Arab coalition forces have announced a five-day ceasefire in Yemen to allow humanitarian aid to reach civilians in the war zone, Saudi state media says.
The truce, which will take effect one minute before midnight on 26 July, comes after coalition air strikes in Taiz province reportedly killed 120 people, including civilians.
The decision was taken at the request of Yemen's exiled president Abd-Rabbu Mansour Hadi, the Saudi Press Agency said.
However, the SPA added that coalition forces would retaliate for any violation of the truce by Houthi rebels.
A letter from Hadi, who has taken refuge in Riyadh, to King Salman bin Abdulaziz of Saudi Arabia said the pause in fighting would allow the distribution of "the largest amount of humanitarian and medical assistance".
On 24 July, a coalition bombing raid on the Red Sea coastal town of Mokha killed at least 120 people, the Associated Press news agency reported.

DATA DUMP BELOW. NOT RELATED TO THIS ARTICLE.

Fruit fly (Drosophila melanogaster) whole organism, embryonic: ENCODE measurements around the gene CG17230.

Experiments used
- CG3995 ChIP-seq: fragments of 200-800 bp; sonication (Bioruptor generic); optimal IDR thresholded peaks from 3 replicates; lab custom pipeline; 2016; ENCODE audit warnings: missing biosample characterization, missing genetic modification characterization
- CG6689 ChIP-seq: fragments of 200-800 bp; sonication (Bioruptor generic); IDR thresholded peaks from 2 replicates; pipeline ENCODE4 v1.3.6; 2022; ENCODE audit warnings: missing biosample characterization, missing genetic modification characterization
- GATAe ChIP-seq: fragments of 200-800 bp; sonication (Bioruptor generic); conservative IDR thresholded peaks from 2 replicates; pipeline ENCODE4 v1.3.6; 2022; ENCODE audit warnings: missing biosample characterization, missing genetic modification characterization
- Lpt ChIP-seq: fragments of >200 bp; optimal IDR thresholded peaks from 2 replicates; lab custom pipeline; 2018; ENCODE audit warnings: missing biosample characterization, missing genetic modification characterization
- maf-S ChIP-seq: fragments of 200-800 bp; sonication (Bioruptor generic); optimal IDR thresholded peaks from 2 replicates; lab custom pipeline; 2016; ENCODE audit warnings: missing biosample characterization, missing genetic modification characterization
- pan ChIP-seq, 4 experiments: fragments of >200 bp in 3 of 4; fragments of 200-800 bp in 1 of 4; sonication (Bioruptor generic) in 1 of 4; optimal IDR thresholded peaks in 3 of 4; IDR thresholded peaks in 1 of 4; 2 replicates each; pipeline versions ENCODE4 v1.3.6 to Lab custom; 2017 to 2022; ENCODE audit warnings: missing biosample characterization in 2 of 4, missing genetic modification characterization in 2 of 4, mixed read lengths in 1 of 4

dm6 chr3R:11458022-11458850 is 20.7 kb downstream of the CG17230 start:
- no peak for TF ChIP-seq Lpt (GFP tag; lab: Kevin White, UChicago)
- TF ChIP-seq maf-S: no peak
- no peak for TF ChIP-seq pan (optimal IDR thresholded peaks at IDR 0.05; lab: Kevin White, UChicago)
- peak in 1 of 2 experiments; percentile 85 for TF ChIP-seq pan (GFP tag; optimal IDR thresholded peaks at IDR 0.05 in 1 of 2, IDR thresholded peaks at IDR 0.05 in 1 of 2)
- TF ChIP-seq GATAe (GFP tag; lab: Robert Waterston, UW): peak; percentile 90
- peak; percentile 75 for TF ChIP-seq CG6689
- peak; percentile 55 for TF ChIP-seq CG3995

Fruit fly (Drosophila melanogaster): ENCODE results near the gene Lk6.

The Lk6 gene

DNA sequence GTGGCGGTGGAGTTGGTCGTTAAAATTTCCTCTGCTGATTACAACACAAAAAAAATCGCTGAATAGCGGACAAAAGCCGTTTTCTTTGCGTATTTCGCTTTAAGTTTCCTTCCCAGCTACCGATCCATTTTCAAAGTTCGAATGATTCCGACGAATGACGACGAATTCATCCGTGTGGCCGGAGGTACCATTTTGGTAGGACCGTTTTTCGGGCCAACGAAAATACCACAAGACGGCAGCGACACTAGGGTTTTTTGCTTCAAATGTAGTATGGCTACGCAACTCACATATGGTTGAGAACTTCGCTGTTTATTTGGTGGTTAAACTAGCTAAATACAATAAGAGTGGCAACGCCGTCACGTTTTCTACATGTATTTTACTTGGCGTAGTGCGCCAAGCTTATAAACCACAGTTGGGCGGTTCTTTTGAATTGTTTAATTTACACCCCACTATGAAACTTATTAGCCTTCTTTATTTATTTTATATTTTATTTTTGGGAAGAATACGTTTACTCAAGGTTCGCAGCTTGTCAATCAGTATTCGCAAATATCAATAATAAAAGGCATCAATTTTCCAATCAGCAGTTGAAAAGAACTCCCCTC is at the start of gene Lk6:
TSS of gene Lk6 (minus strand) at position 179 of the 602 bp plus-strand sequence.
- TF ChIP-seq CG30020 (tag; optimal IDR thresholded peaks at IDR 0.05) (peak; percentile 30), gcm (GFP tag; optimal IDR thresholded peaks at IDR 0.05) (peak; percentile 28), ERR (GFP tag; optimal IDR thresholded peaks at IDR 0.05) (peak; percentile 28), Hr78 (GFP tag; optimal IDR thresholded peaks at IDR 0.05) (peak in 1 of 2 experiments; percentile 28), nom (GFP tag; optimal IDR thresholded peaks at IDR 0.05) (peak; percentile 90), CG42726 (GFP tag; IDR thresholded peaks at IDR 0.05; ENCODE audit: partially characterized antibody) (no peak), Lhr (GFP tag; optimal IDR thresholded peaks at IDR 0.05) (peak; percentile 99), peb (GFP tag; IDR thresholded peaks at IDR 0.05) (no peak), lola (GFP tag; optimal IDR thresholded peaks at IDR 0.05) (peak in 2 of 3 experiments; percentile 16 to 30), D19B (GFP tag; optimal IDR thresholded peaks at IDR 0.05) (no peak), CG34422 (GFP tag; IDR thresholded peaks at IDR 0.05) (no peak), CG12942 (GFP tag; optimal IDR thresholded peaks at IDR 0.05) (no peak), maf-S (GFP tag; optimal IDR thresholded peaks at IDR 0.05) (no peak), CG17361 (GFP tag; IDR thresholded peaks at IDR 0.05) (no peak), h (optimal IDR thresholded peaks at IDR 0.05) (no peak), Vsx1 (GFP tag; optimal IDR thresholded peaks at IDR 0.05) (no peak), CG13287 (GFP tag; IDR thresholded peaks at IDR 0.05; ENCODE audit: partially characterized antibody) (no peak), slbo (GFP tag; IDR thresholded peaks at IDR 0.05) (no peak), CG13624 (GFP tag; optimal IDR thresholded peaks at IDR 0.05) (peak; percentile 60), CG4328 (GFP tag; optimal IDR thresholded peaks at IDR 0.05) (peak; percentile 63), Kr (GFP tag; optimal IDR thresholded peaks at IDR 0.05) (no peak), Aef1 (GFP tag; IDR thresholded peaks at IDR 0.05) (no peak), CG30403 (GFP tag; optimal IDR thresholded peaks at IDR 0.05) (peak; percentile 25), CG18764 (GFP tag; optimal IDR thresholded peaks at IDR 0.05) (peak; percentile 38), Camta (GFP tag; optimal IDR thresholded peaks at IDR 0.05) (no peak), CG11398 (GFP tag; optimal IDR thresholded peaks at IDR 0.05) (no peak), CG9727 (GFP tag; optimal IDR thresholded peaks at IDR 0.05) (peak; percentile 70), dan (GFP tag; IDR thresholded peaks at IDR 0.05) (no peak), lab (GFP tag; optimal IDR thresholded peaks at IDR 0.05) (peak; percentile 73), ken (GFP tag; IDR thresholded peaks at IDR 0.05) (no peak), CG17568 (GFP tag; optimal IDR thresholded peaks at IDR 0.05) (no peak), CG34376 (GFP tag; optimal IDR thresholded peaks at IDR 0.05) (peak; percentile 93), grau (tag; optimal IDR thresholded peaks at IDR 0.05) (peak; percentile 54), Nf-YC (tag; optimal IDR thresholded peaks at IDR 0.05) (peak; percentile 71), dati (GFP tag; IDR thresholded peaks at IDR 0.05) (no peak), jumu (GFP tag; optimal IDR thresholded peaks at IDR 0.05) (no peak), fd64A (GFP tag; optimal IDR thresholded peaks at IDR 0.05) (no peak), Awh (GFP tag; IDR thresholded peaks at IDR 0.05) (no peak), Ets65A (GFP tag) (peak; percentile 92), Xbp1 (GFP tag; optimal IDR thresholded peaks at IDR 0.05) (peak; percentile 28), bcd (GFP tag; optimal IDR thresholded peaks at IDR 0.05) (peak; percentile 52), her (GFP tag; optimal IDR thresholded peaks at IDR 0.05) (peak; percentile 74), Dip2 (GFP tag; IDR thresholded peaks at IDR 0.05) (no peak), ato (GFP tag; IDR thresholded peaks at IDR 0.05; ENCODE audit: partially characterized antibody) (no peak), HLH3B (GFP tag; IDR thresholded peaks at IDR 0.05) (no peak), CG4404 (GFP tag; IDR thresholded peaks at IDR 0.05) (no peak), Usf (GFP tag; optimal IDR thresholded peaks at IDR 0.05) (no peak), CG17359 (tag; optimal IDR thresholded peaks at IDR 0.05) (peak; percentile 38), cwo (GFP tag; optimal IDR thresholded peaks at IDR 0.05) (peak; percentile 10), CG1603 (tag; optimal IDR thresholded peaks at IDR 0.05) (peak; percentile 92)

The deadly air strikes targeted workers' housing near a power plant in the town, although it is not clear why.
"It just shows what is the trend now of the air strikes from the coalition," Hassan Boucenine of Doctors Without Borders told AP.
"Now, it's a house, it's a market, it's anything."
A resident of Taiz told the BBC that there was a shortage of most basic necessities, including diesel and vegetables.
"We have power cut. We have internet cut. We have everything cut," he said.
Saudi Arabia has been leading a coalition of nine Arab states in a bombing campaign against Houthi forces loyal to former Yemeni president Ali Abdullah Saleh since March.
It has enforced an aerial and naval blockade on the country and seeks to restore Hadi's government to power.
The UN has said up to 21 million people are in need of urgent humanitarian assistance in Yemen and as many as one million have been displaced by the fighting.